By: Joel Gilleland, Staff Reporter
CNM employees as well as librarians from all over the region said goodbye to a cherished staff member, the Administrative Director of Libraries and Educational Resources, Ben Wakashige, said Poppy Johnson-Renvall, associate director of libraries.
Wakashige has only worked at CNM for two years, but has been a librarian for 40 years. During his time in New Mexico he made a big impact on the school and the state, said Johnson-Renvall.
“He really made this place bloom and grow like we knew it should, and could,” said Johnson-Renvall.
Wakashige had an instrumental part in bringing in the Discovery System to CNM libraries. Discovery System is a tool that allows students to easily search for all kinds of library materials. Before this system was developed, finding books, articles and prints was a bit of a hassle because students had to search for them all individually. The Discovery System allows students to search for them all at once, said Johnson-Renvall. She also said that CNM was the first school in New Mexico to have a tool like the Discovery System.
“He was recruited, his reputation precedes him. He came in and he saw the types of needs of the student body here. He developed the idea, he found the funding, he gathered support, he was key in implementation and marketing,” said Johnson-Renvall.
Wakashige said that in his time at CNM, his co-workers and he were able to expand CNM libraries to all six campuses including the Advanced Technology Center.
He said that without his staff, none of these accomplishments would have been possible.
“I’ll share this with you because I feel very strongly about it. CNM is very fortunate to have the leadership of Kathie Winograd as president and her staff. They really, I believe, have the students at heart,” said Wakashige.
Johnson-Renvall said Wakashige has been an advocate for bringing library programs to Native American reservations all over New Mexico since the 1970s. He has been heavily involved in the Native American Libraries Special Interest Group for decades. Much of his professional research interests and professional committee interests revolve around minorities in libraries, said Johnson-Renvall.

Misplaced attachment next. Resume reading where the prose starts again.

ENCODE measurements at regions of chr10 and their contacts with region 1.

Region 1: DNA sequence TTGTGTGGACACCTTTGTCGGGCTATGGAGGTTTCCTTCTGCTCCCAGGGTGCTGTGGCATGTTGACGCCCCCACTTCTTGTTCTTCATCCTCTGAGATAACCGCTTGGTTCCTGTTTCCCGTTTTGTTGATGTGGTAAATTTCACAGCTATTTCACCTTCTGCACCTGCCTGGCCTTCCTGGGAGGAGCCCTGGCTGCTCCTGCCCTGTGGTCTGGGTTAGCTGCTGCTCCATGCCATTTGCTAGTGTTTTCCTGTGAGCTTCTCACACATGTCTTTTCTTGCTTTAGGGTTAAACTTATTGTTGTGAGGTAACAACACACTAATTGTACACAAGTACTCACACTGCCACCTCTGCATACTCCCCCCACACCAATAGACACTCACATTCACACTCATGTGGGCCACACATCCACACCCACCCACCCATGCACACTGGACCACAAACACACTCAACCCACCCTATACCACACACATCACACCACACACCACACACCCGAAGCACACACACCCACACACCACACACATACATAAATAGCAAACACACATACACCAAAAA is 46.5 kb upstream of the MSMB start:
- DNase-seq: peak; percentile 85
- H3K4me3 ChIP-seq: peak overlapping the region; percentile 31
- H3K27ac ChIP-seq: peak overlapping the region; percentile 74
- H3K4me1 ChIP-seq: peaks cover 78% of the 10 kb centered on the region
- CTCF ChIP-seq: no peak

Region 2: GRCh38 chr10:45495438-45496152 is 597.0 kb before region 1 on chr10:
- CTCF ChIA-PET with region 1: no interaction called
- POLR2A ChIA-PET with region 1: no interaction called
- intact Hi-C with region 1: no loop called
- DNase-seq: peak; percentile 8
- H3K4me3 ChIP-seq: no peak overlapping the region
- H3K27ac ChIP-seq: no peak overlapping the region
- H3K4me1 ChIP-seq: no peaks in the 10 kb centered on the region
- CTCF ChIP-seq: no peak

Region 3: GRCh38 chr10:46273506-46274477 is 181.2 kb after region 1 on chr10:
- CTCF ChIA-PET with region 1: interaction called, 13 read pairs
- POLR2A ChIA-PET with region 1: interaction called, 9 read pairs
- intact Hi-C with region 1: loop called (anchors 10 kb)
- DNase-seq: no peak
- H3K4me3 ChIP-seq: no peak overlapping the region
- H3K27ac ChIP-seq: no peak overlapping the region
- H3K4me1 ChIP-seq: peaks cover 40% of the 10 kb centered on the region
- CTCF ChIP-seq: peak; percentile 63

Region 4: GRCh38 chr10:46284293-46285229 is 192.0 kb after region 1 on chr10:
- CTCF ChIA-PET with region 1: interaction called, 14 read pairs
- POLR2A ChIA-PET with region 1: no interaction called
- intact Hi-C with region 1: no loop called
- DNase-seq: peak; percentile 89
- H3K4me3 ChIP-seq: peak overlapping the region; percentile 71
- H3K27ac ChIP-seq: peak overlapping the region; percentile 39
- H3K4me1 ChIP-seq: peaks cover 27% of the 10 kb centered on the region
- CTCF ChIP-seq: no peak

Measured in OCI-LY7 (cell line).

The NALSIG started as a round table, but because of Wakashige’s work in training library aides and recommendations, the organization was put under the New Mexico Library Association. To this day the association is still very active, and it is all because of Wakashige, said Mary Allice Tsoiu, UNM librarian and former NMLA president.
“He is irreplaceable. Since the beginning when he first started he has done so much for so many libraries,” said Tsoiu.
Wakashige had a clear passion for libraries, students and for learning in general, said Johnson-Renvall.
“I feel passionate about all libraries because they represent the public. You don’t need to go to a university to be educated; you can do it at the library,” said Wakashige.
His passion has been appreciated by the people whose lives he has touched. A group of local Native Americans heard Wakashige was retiring and contacted Johnson-Renvall to do something in honor of Wakashige’s accomplishments.
At Wakashige’s retirement reception they gathered in a circle, sang Native American songs and beat on their tribal drums to send him off on a good note.
Wakashige was clearly liked by his staff and he will be missed, but they were glad to see him reach retirement and were hopeful that he can do a little relaxing now, said Reference Librarian, Olivia Baca.
“He’s an amazing boss. He supports his staff for professional development and he’s an incredible model of someone who uses leadership in the best possible way. He makes wise decisions and supports staff when they desire to be creative and innovative. It’s never about ego for him, it’s about results. It’s sad to see him retire but everyone needs their well-deserved breaks,” said Baca.